Bowlers win back their club

Mt Pleasant Bowling Club president John O’Brien (centre) flanked by councillors Katy Mair and Margaret Sandford celebrates their great reprieve with club members and Melville Cares visitors. Photo by Steve Grant.

THE Mount Pleasant Bowling Club has hit the jack with a 21-year lease win approved by Melville council on Tuesday. 

The club’s future looked dire earlier this year when the council under former mayor Russell Aubrey voted to redevelop the land and shunt the bowlers off to Alfred Cove where they’d be forced to merge with the Melville Bowling Club.

But under the new regime, staff were told to rethink the council’s strategy to deal with declining bowling clubs and came up with a plan to offer Mt Pleasant a three-year lease; two nine-year options would then become available if it could prove its financial viability.


During a marathon four-and-a-half hour debate, councillors Katy Mair and Margaret Sandford successfully moved an amendment to give the club an extended lease of 10 years with an 11-year option, saying the council’s original offer didn’t give them sufficient time to rebuild and effectively “set them to up to fail”.

The council also agreed to extinguish the club’s outstanding loan of $198,000.

When asked whether that might put pressure on the council’s rates, Cr Sandford said it could be looked at as compensation for what the club had been put through.

“The club was going into decline by no fault of their own,” she said. “They were losing members, they couldn’t hold functions and the morale of the club was going down.” 

With an almost 60-year history, MPBC currently has 270 members, with president John O’Brien saying they were aiming to increase this to 350 members by next June and 500 by the end of the 2022. 

Cr Mair said she and Cr Sandford also successfully fought for the club to be given a “community lease” as opposed to “premises lease” which meant the council would still be responsible for some upkeep, while the club would have to look after the greens.

“The previous lease terms were strictly just for bowling, but we got the use of the premises expanded to other community and recreational uses,” she said.

It wasn’t a complete win for the club, as the council voted to take over 30 per cent of the site to be developed into a community park.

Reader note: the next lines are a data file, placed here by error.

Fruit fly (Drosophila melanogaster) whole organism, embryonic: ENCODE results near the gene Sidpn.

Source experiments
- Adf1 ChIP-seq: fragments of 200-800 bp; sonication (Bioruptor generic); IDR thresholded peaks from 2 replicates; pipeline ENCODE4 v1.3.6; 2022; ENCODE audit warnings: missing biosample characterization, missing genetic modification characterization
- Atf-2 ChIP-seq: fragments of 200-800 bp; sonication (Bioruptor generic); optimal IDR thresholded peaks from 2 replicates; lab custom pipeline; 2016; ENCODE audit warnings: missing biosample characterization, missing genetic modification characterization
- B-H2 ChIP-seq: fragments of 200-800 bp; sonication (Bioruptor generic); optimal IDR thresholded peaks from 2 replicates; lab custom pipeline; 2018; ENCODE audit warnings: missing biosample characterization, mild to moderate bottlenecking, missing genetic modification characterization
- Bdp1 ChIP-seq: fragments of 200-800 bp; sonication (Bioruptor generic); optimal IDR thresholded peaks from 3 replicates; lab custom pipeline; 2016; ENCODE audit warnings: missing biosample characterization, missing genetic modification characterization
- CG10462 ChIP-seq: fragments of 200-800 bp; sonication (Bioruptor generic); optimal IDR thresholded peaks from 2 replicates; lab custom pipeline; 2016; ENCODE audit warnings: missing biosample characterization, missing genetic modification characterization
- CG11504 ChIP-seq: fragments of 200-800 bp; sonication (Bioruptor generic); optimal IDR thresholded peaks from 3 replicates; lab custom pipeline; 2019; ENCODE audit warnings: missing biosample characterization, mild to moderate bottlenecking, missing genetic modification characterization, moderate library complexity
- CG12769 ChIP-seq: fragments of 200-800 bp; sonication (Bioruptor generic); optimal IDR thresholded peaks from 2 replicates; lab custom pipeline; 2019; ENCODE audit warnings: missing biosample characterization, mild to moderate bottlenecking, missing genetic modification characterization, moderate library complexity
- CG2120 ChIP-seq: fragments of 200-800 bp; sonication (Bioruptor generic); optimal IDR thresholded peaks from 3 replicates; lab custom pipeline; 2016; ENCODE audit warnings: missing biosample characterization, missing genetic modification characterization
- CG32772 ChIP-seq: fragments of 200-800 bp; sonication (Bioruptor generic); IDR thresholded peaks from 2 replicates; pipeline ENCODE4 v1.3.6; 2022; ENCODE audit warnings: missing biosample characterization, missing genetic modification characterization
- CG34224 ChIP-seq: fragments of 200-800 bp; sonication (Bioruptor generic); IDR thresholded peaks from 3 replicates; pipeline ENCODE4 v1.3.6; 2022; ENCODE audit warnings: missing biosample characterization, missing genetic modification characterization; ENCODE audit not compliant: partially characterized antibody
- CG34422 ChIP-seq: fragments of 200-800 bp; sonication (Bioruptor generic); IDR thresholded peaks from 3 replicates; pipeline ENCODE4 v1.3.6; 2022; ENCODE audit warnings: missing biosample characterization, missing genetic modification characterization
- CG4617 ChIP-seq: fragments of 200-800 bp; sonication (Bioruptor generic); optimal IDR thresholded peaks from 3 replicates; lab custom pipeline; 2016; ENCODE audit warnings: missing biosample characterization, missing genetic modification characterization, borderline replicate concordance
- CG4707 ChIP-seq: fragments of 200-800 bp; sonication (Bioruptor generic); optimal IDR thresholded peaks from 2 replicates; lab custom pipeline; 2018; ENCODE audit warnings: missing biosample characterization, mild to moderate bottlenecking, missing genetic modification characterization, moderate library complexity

“We did argue to keep the 30 per cent because the club is growing and an expansion could have brought in more income,” Cr Mair said. 

Crs Mair and Sandford asked for the land to be used for sports such as netball, volleyball or pickleball, a hybrid of badminton, table tennis and tennis which was invented in the US in the 60s and according to Wikipedia has “exploded in popularity” in recent years.

But Cr Mair said the council tended to be biased toward the “big four” male sports footy, soccer, cricket and rugby and they “couldn’t get the numbers” to support a change.

Debt forgiven

The lease deal includes minor building improvements for the club, including a universally accessible toilet and a dividing partition in the clubhouse so that other users can hold gatherings without being disturbed by noise from the bar.

The introduction of new tenants Melville Cares and the Free Reformed Church has also boosted the club’s income and involvement in the community.

“The presence of Melville Cares has put life back into the club. The members have embraced them completely and they want to see more of them,” Cr Sandford said.  

Mr O’Brien told the Herald diversifying to make the club a multi-purpose site played a big part in getting the council onside.

“We’re trying to get the wider community to use the club,” Mr O’Brien said.

Mr O’Brien is also in talks with Australia Post to provide charging point for the posties’ electric bikes, to earn extra income.

The club has also faired well this year, with Covid-support from the council, JobKeeper allowances and functions and events turning a $7000 bank balance into a healthy 

$100,000 piggy bank. 

“Now with our added income sources from groups and support from the City of Melville, we can get back on track to being viable,” Mr O’Brien said.


Leave a Reply